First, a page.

Yeasts and moulds are among the 19 "priority pathogens" that the international health organisation has recognised.
Worldwide, fungal infections are responsible for more than 1.7 million mortality each year and over 150 million severe infections. These infections are changing and becoming more difficult to cure.
The infections, which multiplied in hospitals and can be lethal for people with weakened immune systems, spread more widely throughout the epidemic, though.
The pathogens prey on people whose immune systems are weak, such as those battling COVID-19. One of the Covid therapies that has the potential to weaken the body’s defences against fungus is steroids.
The WHO has a list 1 of the worst bacteria that is comparable, and due to a general lack of funding for their research, they have also developed a list of lethal fungi. Despite insufficient funds being given to their research, fungus-related illnesses continue to represent a severe threat to the public’s health, according to the WHO.
Dr Hanan Balkhy, the WHO’s assistant director-general, antimicrobial resistance (AMR) said: ‘Emerging from the shadows of the bacterial antimicrobial resistance pandemic, fungal infections are growing, and are ever more resistant to treatments, becoming a public health concern worldwide.’
According to Dr. Haileyesus Getahun, Director of the WHO’s AMR Global Coordination Department, “Countries are encouraged to follow a step-by-step approach, starting with strengthening their fungal disease laboratory and surveillance capacities, and ensuring equitable access to existing quality therapeutics and diagnostics, globally.”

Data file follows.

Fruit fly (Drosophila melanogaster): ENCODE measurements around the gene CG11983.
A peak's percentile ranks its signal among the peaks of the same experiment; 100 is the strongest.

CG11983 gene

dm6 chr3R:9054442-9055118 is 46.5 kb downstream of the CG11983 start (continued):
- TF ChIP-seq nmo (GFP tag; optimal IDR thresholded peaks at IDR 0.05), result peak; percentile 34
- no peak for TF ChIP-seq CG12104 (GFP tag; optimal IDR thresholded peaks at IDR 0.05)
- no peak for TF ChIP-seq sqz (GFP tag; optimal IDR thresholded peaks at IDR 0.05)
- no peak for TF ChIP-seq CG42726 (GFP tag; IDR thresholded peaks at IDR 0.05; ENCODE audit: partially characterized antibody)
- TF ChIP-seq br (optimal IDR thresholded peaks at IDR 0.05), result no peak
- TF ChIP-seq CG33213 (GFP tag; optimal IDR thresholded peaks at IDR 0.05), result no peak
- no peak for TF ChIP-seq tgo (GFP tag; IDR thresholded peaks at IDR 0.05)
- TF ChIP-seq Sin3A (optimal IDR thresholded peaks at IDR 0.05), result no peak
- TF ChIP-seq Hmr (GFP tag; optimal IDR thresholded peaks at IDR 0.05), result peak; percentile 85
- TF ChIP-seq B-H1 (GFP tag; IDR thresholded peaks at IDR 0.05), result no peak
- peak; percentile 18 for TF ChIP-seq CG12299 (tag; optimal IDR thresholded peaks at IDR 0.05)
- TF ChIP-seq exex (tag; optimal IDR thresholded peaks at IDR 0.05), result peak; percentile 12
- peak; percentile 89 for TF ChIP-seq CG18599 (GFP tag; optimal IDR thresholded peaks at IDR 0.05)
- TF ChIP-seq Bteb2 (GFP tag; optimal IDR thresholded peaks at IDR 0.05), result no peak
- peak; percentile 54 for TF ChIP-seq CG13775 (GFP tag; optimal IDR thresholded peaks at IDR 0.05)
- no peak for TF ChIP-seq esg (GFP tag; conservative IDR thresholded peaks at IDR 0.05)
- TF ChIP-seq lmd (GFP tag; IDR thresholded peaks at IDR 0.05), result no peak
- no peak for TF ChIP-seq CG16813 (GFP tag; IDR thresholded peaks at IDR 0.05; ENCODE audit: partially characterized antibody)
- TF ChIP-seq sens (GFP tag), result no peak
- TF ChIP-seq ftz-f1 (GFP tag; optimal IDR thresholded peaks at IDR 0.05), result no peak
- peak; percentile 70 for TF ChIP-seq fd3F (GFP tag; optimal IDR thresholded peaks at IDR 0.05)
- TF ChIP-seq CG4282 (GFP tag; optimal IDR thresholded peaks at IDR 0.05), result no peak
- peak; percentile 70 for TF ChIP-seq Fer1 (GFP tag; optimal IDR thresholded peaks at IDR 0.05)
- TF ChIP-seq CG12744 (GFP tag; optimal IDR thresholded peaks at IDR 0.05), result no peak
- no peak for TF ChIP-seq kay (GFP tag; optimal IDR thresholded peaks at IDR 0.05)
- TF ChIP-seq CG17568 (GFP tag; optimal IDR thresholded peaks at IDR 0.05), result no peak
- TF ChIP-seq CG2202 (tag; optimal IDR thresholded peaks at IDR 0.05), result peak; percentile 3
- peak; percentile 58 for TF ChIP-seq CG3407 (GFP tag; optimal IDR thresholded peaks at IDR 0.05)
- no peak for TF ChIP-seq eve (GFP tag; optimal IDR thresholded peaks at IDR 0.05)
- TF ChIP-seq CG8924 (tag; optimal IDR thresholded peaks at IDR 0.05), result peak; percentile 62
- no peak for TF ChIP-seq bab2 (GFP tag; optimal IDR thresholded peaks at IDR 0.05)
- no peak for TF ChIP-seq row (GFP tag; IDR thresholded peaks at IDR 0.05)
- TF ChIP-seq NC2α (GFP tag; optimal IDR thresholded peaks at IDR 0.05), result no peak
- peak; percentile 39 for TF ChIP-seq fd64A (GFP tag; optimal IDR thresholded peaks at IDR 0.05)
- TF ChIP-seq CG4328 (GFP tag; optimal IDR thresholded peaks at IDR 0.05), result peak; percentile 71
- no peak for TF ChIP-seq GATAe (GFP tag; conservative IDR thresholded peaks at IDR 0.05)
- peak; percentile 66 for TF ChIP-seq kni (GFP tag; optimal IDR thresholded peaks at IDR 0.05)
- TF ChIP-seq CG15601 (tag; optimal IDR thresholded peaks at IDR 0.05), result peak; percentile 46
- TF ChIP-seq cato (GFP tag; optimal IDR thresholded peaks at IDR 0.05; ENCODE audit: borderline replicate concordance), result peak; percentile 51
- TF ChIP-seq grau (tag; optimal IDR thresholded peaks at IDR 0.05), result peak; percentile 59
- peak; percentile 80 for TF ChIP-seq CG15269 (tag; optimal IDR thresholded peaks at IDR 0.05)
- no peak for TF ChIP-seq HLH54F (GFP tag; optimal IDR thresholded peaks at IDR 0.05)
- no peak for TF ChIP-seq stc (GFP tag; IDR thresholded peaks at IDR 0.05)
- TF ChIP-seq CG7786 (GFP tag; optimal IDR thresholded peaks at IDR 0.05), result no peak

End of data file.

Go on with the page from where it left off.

Due to a scarcity of studies on fungal diseases, there have historically been gaps in our knowledge of diagnosis and effective treatments.
The health organisation urged governments to improve their systems for identifying the 19 different kinds of dangerous fungi and take appropriate action. Fungi have had to change in ways that make them better at infecting people due to the continuing warming of the globe.
As a result of global warming, the fungus’ features, habitat, and host change, increasing the likelihood that new fungi kinds will emerge.
Strategies for public health practitioners, policymakers, and other stakeholders are highlighted in the FPPL report. The measures outlined in the study are all geared on gathering data and enhancing responses to these priority fungal pathogens, including halting the emergence of antifungal drug resistance.
The WHO report was praised by the scientific community, who saw it as a step in the right direction for discovering novel treatments for fungal diseases that are drug-resistant.